Childhood memories do not come easily to me. Unlike friends in my life who can recall moments from their infancy (I kid you not), I do not have that talent.
So when I recently thought of an incident that happened in Mrs. O’Neill’s Kindergarten class, I was pleasantly surprised.
Times weren’t easy for our family back then. Money was tight. My father was wrestling with undiagnosed PTSD and struggling with inconceivable demons from the Korean War.
And my mother, well, my mother was doing everything else. Mom was our rock back then and throughout our lives.
And was the rudder to our well-worn ship throughout our lives until she passed.
So, when I came home from school that December and informed her that I’d need a gift for our class Christmas party, she took it in stride and off to the local Woolworth’s store we went where we bought one nifty (and highly desired) Barbie and Ken Colorforms Play Set.
On the day of the party, I could hardly contain my excitement. Mom had baked and decorated cup cakes for class, wrapped my gift and off to school I went that morning.
“How could life get any better?” I thought to myself as I trudged through the snow carrying my special Christmas packages.
“I had a neat secret Santa gift, Mom made her special cup cakes, and it was only a few days before Santa came to town. Dang! Life was good,” I told myself as I entered the school.
Mrs. O’Neill greeted me and the other children as we stomped off the snow from our boots, busily chatting with each other while hanging our jackets on our assigned hooks.
“Children,” she said.
“Put your secret Santa gifts under the tree and then find your place mats on the floor,” she continued.
“You need to settle down so we can finish making our Xmas projects for our parents and sing some songs.”
“The sooner you settle down,” she patiently continued, “the sooner we hand out our secret Santa gifts.”
Not one that liked to stop socializing with my buddies, I wasn’t too thrilled to stop chatting, but saw that Cathy Persico was quietly on her floor mat and thought I’d be damned if I ended up on Santa’s naughty list this close to Christmas.
(And I’d be double damned if I’d let “Ms. Goody two shoes” get one over on me.)
“No siree-Bob! This girl wasn’t getting coal in my stocking for Christmas. I’d worked too hard all year long,” I thought to myself as I bee lined for my assigned mat and quietly sat down.
We could barely control our holiday excitement, but managed to hold it together long enough to finish our projects and sing and then lo and behold, those long awaited words from our teacher finally came.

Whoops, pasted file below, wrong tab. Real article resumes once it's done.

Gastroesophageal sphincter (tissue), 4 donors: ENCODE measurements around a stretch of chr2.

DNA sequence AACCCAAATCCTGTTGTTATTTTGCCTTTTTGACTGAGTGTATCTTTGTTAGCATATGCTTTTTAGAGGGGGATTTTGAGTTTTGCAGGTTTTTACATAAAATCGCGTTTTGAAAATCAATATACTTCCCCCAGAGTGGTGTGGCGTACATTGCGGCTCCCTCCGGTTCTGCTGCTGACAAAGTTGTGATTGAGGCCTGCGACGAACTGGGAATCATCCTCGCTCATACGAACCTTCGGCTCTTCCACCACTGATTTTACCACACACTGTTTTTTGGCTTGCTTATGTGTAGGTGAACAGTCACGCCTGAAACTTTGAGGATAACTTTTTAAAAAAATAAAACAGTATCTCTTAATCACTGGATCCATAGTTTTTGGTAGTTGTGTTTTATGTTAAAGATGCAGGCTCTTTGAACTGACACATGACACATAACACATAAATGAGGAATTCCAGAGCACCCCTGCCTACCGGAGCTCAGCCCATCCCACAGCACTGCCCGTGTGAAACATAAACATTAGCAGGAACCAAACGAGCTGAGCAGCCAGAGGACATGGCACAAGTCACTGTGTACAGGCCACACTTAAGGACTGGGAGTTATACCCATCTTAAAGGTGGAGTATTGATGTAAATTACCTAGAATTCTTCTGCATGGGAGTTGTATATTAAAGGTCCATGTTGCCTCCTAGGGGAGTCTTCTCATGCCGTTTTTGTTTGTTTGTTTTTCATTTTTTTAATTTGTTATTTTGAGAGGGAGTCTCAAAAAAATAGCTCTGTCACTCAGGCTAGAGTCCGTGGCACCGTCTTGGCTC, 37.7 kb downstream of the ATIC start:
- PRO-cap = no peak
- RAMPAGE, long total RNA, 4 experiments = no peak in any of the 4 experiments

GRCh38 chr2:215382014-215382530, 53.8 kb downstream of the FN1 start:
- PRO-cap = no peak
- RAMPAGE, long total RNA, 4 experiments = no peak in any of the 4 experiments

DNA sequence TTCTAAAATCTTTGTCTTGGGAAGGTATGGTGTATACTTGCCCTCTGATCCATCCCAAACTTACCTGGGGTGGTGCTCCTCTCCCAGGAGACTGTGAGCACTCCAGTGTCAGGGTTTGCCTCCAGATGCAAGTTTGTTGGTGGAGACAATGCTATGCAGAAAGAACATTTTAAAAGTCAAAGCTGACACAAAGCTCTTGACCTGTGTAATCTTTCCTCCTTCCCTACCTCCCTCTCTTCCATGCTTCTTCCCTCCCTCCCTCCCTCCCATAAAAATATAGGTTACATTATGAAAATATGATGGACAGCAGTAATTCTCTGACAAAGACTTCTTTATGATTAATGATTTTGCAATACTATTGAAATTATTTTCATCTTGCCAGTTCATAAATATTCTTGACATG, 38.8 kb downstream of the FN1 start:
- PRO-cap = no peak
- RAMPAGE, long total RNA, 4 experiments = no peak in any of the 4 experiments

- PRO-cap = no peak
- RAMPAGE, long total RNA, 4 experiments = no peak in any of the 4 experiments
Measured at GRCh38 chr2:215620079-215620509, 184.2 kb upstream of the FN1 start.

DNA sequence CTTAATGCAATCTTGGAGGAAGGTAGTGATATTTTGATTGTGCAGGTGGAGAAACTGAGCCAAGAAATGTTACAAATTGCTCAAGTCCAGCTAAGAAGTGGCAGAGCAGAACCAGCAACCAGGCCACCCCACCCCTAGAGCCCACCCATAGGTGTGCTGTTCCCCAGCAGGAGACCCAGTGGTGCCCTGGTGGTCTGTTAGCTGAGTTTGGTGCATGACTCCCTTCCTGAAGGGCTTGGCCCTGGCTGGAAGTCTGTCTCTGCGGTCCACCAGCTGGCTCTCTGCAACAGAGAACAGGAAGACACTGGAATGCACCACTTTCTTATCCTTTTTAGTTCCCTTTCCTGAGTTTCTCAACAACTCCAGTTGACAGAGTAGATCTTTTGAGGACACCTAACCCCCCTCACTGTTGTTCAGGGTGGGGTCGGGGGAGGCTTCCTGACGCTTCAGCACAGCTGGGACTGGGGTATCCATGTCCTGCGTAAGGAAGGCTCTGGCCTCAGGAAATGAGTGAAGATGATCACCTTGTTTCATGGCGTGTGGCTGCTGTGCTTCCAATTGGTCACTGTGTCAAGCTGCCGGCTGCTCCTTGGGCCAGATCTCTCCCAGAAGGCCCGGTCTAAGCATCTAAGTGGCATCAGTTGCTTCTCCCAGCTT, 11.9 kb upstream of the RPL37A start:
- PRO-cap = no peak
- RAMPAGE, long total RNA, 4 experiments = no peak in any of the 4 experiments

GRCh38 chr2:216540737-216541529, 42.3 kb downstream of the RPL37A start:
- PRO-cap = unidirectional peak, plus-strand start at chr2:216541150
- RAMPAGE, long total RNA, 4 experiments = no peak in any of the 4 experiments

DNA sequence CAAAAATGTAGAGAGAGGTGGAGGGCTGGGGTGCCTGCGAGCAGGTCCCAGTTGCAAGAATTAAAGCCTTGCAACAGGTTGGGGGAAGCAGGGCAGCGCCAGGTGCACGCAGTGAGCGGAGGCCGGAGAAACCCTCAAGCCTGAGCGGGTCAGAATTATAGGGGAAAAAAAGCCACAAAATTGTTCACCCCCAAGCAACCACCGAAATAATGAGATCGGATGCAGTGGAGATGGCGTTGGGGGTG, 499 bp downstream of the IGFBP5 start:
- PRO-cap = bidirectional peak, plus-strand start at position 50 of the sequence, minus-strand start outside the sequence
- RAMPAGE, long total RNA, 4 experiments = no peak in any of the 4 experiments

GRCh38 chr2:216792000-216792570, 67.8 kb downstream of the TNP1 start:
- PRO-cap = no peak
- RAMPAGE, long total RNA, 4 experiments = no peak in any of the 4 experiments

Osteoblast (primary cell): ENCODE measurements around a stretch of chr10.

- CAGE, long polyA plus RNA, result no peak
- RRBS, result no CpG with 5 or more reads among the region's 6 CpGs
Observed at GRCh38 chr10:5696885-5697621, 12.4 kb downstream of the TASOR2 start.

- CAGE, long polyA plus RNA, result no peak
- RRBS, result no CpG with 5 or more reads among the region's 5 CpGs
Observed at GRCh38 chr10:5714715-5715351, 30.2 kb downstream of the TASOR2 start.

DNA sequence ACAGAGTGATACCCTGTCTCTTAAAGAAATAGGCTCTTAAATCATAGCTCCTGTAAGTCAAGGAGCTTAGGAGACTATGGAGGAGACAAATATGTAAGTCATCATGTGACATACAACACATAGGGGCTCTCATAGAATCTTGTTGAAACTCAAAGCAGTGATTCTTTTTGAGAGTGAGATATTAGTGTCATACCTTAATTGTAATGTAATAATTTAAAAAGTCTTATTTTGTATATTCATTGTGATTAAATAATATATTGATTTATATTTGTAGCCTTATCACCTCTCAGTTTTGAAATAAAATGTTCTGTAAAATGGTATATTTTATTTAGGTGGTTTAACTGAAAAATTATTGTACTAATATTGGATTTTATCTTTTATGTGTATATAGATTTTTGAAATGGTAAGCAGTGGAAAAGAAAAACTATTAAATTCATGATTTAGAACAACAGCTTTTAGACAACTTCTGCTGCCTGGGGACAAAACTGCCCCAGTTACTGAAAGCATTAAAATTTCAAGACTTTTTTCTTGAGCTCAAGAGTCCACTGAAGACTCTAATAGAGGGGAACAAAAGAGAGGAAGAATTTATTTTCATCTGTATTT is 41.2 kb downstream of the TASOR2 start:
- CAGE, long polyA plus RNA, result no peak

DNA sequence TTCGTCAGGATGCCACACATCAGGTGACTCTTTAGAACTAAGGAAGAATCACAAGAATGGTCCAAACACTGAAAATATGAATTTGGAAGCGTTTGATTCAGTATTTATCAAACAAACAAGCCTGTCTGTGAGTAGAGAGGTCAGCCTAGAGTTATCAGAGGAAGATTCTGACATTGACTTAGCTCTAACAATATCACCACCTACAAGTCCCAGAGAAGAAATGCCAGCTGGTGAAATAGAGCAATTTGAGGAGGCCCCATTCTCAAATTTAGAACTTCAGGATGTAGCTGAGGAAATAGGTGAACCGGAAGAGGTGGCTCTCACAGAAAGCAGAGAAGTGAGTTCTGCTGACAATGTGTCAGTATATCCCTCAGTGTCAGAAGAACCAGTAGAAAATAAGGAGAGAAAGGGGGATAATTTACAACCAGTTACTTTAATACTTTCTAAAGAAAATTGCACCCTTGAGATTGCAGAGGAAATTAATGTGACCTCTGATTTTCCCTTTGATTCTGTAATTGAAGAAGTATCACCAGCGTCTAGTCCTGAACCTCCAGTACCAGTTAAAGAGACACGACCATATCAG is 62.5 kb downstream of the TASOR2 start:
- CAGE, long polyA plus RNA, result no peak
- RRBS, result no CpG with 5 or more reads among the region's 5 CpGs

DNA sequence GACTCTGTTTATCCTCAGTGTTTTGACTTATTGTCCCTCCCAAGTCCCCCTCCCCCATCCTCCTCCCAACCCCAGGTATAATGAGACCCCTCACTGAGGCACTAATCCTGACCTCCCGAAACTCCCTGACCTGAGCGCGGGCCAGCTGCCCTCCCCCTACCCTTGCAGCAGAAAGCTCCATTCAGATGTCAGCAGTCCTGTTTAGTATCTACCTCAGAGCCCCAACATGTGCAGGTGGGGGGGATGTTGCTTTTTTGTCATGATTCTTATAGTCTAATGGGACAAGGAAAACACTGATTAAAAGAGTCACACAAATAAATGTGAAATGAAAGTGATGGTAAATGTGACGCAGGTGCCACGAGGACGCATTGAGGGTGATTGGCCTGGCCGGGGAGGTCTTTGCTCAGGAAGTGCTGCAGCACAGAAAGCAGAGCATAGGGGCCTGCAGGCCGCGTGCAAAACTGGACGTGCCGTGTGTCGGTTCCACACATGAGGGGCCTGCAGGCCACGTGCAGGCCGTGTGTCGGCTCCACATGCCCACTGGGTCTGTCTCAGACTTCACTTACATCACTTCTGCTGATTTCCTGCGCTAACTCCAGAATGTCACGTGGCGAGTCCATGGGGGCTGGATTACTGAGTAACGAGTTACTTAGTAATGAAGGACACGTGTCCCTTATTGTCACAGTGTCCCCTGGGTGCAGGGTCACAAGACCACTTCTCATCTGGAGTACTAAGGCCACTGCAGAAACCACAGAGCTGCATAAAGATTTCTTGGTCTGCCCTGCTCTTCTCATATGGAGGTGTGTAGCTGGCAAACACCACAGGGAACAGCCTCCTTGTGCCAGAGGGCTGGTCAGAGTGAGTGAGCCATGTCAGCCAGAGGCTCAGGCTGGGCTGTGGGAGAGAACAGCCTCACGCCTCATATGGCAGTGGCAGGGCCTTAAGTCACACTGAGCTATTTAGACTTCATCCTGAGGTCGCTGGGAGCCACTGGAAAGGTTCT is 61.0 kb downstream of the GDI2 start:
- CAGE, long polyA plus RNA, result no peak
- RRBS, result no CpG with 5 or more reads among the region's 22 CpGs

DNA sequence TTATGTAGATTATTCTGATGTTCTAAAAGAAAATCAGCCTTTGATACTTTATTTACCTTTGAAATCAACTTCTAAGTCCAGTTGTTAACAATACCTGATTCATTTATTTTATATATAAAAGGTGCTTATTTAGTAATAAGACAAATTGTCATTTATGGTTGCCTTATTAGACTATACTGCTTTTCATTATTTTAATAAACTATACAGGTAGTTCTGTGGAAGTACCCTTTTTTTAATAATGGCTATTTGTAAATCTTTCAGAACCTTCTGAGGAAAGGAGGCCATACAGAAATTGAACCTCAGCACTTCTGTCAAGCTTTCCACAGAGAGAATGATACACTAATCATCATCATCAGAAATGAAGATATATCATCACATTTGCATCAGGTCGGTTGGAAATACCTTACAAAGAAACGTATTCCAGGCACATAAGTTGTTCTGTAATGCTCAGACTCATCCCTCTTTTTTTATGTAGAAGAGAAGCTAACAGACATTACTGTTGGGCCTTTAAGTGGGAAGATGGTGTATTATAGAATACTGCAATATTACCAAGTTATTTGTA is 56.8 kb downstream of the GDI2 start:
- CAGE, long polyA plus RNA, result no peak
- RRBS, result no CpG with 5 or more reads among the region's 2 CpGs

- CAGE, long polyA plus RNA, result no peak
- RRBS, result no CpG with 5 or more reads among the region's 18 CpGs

“Children,” she started, “It’s time to hand out our secret Santa gifts. I’ll call out your names and you come up to the tree. Tommy will play Santa’s helper and hand out your gift. When you get it, please go back to your mat and do not open it until everyone has theirs and I tell you to open them,” she instructed.
And then she proceeded to call out our names and one by one we were given our gifts.
Mine was wrapped in white tissue paper and felt like two thick pencils.
You could feel the excitement in the air as Mrs. O’Neill gave us permission to open our gifts.
I ripped off the tissue paper and stared dumbfounded at my present.
“OMG,” I said out loud. “This is my gift?”
“Two white candles? Really?”
I started looking at everyone else’s gifts and suddenly felt sad and somehow cheated.
Kids were excitedly showing me their presents and asking to see mine and all I could say was, “ I got two stupid candles.”
I didn’t know if I wanted to cry or be angry.
Then I noticed the brown-eyed girl with a pageboy haircut standing behind my group of friends looking down at her shoes while slowly lifting her head.
It only took one look into her now misty brown eyes to know that this girl was my secret Santa.
She was the one who gave me the gift.
I felt terrible.
I told a group of kids that it was a “stupid gift” and suddenly realized that what I said was hurtful. And I didn’t know what to do or say.
I wasn’t happy with getting candles as a gift, but I certainly didn’t want to hurt this little girl’s feelings.
Who knows why she gave me candles as a gift? Maybe she forgot to tell her parents about getting a secret Santa gift for our party. Maybe her family couldn’t afford to buy anything.
Could have been one of a dozen reasons.
I don’t know.
I just know that I hurt her feelings and that it was a pretty yucky feeling.
To this day I regret what I said. And what’s worse, is that I never had the chance to apologize to her.
The little brown-eyed girl with the pageboy haircut never came back to school after winter break. We were told that the family moved out of town.
And that stupid gift I received as a five year old, was the gift of a life time; only I didn’t know it until years later.
Many years later…
Wishing you and yours a Merry Christmas and a healthy, Happy New Year!
Love, Lucie and the Princess.